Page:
With so many different keyboard switches in the market now, it can be tough to decide on which switch is right for you. But if you’re looking for a silent linear or tactile switch, consider Wuque Studio’s WS Silent Linear and WS Silent Tactile.
As far as silent switches go, both of them are very quiet, as you can hear – or not, given how silent they are – in our sound test video above. On top of that, the WS Silent switches don’t have (too much) of the “mushy” typing feel either, not to mention the fact that they are quite affordable.
Of course, they do have some shortcomings. But for the most part, the WS Silent switches are definitely worth shortlisting.
What It Is
Besides their linear or tactile nature, the WS Silent Linear and Silent Tactile share the exact same materials and specifications. These include nylon top and bottom housings, a POM stem, and 15mm singe-stage spring with a bottom out force of 63.5g.
Like most offerings in the market now, the WS Silent series are also 5-pin switches with factory lubing out of the box. Priced at $14.70 (about RM65) for a pack of 35 switches, they are really quite affordable – you’re basically paying RM1.80 per switch.
For that kind of money, the WS Silent switches are really quite impressive; let’s get to their positive qualities in the next section.
The Good Stuff
One aspect of silent switches that I don’t quite like is the fact that they have a mushy typing feel, but this isn’t particularly noticeable on the WS Silent Linear and WS Silent Tactile switches. The soft, “cushioned” bottom out is still very much present, but it doesn’t feel particularly mushy, in my opinion.
Another quality of silent switches that I’m not fond of is the reduced travel, lending to a shallow typing experience. But surprisingly enough, the WS Silent switches still offer a decent amount of travel at 3.5mm. Not quite as long as non-silent switches (around 4mm), but still good enough for a natural typing feel.
Factory lube of the WS Silent switches is good too. There’s still a bit of audible scratch if I listen to the switch closely, but at head level, this is very hard to pick up. In normal typing, I don’t feel the scratch at all either. All in all, I am impressed with the smoothness of the two switches.
I’m quite a fan of the WS Silent Tactile’s…tactile bump too. It has a pronounced, rounded tactile event that starts at the very top of the downstroke, and there is no audible leaf tick as well; a common issue with highly tactile switches like this.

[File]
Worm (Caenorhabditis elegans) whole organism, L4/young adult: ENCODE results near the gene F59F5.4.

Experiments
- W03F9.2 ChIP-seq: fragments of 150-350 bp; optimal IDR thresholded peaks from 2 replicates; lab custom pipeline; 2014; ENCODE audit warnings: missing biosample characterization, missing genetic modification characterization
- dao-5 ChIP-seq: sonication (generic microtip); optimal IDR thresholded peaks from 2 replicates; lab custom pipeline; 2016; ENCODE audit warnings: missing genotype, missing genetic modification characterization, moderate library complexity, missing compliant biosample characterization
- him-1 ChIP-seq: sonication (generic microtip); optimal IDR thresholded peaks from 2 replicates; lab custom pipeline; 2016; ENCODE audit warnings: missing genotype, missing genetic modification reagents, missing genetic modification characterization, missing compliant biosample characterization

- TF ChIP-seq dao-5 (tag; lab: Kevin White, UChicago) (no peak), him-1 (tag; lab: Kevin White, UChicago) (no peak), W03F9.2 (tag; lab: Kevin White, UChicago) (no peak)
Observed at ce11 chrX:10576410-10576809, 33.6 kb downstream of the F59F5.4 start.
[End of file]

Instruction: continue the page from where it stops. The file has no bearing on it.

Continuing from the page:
Thanks to the dustproof stem design, the WS Silent switches also have very minimal wobble. There’s almost no vertical or horizontal wobble, and they can certainly provide a “stable” typing experience, if you’re concerned about that.
As mentioned, the WS Silent switches are also very silent. The soft bottom out is completely muted with minimal spring noise, which can be attributed to the factory lube of these switches. However, the same cannot be said for the upstroke.
The Bad Stuff
While the downstroke of the WS Silent Linear and WS Silent Tactile is dampened very well, the upstroke yields quite a bit of sound from the rebound of the keycaps. This is even more obvious on the tactile version, especially on the spacebar. But to Wuque Studio’s credit, the upstroke sound of the WS Silent Tactile is quieter (and more pleasant) compared to the Gazzew U4Tx.
Aside from that, the spring weight of the WS Silent switches is a little too light for my taste. Don’t get me wrong, the 63.5g bottom out does lend to a pleasant typing feel, but I wish it had a more substantial downstroke and upstroke sensation.
Granted, using a heavier spring (or even two-stage spring) on the WS Silent switches is counterintuitive to the silent nature of the switch. After all, if it had a more aggressive upstroke, it may make these silent switches…not-so-silent switches.
Is It Worth It?
If you’re looking to get a silent switch without the typical mushy downstroke or reduced travel, Wuque Studio’s WS Silent Linear and WS Silent Tactile switches are great options. On top of that, its value proposition is great as well, even if it has some shortcomings.
Keen to pick up the WS Silent switches? You can do so from Wuque Studio’s very own online store. The other switches in the series are also quite interesting, such as the WS Brown switch featured in our QwertyKeys QK75 sound test.